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During Yeshiva I remember some bochrim made a point of not putting the Jastrow dictionary on top of sefarim, and would often talk about how it does not have kedusha because it was written by an apikores. Was Marcus Jastrow really an apikores?

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Forget putting it on top of other seforim, some people I know will not use it at all (waste of a good resource)....the reason cited was that he was mechallel shabbos... –  Shokhet May 8 at 14:13

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From "Were Our Mouths Filled with Song": Studies in Liberal Jewish Liturgy by Eric L. Friedland.

Jastrow's Reform principles- the degree and definition of his Reform- are precisely defined in Antwort an Herrn I. M. Wise (1867) in the form of a syllabus errorum...:

  1. I am for any reform that is able to influence the moral enhancement of the Jews.
  2. I am against any kind of reform that issues out of a mere desire toward assimilation or grasping after innovation without its being a mean toward moral elevation.
  3. I am for any reform that is compatible with the spirit of Judaism.
  4. I am against any reform that denies this spirit.
  5. I am for any reform that confers the outer appearance of Jewish thought-content with beauty and worth.
  6. I am against any reform that ascribes all worth to outer appearance.
  7. I am for any reform that links itself with the historical development of Judaism.
  8. I am against any reform that severs its connection with the past.

...

13 . I am for any reform that is, without strain, consistent with the Bible and its oldest traditional interpretation, as set down by the Talmud.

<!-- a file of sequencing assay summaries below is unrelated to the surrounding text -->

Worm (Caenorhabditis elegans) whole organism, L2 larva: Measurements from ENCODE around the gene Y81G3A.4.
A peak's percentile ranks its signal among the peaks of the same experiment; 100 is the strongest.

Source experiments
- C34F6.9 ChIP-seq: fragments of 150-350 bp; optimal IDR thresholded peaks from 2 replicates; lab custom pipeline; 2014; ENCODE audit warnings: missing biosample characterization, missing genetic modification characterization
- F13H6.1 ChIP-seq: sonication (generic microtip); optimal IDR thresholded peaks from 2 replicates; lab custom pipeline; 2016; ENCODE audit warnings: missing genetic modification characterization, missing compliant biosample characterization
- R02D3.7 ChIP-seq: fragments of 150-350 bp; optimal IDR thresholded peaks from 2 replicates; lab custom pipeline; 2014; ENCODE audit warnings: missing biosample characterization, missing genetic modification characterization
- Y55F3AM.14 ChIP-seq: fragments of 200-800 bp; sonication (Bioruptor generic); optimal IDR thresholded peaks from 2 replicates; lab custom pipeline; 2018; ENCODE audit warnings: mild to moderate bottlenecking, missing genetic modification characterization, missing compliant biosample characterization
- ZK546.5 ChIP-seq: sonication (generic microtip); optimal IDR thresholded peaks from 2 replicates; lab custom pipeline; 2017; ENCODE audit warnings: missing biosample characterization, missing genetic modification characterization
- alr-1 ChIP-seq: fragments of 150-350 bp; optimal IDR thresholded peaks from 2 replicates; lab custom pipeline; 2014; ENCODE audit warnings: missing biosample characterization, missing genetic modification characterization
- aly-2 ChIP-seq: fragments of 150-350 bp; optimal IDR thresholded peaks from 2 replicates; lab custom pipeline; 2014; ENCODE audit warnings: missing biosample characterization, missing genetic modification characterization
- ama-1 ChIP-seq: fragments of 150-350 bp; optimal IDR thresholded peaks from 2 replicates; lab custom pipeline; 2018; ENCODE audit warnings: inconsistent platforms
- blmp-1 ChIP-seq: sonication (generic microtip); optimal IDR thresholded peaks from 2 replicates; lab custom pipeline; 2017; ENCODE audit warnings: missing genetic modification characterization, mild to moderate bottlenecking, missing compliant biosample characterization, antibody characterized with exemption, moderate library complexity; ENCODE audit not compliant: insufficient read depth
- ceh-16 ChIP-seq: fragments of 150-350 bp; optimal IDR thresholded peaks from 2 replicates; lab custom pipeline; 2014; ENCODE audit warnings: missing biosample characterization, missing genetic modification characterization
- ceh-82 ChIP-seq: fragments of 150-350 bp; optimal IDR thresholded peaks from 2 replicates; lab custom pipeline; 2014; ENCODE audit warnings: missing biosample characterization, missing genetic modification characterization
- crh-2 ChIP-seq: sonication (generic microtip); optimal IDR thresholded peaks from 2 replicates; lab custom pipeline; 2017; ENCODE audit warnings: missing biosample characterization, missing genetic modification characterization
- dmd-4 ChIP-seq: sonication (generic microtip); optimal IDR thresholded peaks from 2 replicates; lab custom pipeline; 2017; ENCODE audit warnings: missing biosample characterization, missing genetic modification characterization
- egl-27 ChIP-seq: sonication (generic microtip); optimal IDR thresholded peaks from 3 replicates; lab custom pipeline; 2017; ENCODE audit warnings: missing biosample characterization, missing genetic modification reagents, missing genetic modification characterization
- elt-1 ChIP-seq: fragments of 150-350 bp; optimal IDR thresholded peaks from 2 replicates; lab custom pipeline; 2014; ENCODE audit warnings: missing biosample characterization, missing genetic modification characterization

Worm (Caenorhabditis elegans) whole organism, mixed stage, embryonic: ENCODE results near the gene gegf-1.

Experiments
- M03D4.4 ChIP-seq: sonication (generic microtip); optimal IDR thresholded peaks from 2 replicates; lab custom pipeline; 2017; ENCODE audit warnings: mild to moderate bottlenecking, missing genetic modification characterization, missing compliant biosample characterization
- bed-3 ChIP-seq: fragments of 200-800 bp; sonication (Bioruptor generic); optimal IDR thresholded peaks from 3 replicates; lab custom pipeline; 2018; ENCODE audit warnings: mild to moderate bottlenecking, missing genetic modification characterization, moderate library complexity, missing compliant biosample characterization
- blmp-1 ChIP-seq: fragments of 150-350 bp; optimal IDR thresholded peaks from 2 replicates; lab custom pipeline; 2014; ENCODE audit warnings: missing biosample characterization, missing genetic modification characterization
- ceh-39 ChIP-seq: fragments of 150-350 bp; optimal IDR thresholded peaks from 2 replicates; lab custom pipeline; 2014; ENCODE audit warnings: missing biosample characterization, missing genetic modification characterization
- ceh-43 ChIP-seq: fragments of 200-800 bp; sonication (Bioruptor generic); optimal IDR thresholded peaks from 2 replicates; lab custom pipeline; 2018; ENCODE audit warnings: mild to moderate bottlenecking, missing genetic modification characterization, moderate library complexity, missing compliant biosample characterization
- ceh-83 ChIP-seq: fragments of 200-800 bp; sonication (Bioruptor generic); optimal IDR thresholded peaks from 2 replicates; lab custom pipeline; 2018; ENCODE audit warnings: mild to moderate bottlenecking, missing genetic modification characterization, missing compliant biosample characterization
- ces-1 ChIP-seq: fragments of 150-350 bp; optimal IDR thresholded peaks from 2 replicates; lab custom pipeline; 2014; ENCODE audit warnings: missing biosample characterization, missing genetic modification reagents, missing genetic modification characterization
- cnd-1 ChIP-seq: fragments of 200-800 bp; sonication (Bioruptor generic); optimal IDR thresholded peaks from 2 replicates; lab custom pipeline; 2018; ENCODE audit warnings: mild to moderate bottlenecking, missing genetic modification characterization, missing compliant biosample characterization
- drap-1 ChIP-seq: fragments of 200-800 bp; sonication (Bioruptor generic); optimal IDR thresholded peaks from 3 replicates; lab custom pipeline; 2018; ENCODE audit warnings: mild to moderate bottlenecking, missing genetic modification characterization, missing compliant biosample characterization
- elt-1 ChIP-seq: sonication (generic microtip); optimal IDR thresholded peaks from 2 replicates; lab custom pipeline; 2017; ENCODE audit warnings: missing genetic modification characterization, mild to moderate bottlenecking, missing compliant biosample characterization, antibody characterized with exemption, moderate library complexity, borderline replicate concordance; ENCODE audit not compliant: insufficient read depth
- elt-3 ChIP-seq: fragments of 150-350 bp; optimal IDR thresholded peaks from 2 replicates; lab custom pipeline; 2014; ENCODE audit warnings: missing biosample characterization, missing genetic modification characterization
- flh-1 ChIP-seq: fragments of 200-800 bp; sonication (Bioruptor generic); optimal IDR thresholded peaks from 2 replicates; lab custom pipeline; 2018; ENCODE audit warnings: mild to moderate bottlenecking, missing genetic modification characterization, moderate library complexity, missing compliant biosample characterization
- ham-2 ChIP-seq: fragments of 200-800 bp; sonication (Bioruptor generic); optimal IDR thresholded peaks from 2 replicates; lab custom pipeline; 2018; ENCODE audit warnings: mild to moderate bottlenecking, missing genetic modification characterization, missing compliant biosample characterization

14 . I am against any reform that arbitrarily creates new interpretations, inasmuch as I know I cannot do without the traditional guide in the practical implementation of the biblical commandments.

15 . I am for any reform that removes the old-fashioned prayers that came into being during the Middle Ages.

16 . I am against any reform that touches or alters the oldest portions of the prayers.

....

Now, nothing here is particularly heretical in the narrow sense of the term. I mean, there are wrong ideas, indeed disastrous ideas that as bad as they are, are not technically heretical.

It's quite clear that Jastrow would be very disappointed with today's Reform and Conservative Judaism. Orthodoxy has survived and thrived in the modern world. It could be, that given Orthodoxy's latter day success in living in the modern world, that Jastrow would not call for any reforms would he be alive today.

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Fascinating. Did Jastrow ever advocate or implement anything which we would consider to go against halacha? (Wikipedia claims that he allowed a shul to install an organ, but that's not a totally clear cut violation of halacha.) –  Malper Nov 6 '13 at 20:28
    
Which of the things you listed is "disastrous"? –  Double AA Nov 6 '13 at 22:41
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This answer would be much improved by removing all the editorialization after "Now, nothing here is particularly heretical" –  Double AA Nov 6 '13 at 23:30
    
Malper, Jastrow's own list here remains ambiguous. Perhaps the introduction of the organ could have been done without any technical violation, it doubtlessly represented a major break with the past- how did he justify it in respect to number 8 of his list? –  Ephraim Nov 7 '13 at 7:41
    
Of course. I'm just curious how far he went "off the derech" in practice, as opposed to just what he preached. –  Malper Nov 7 '13 at 14:10

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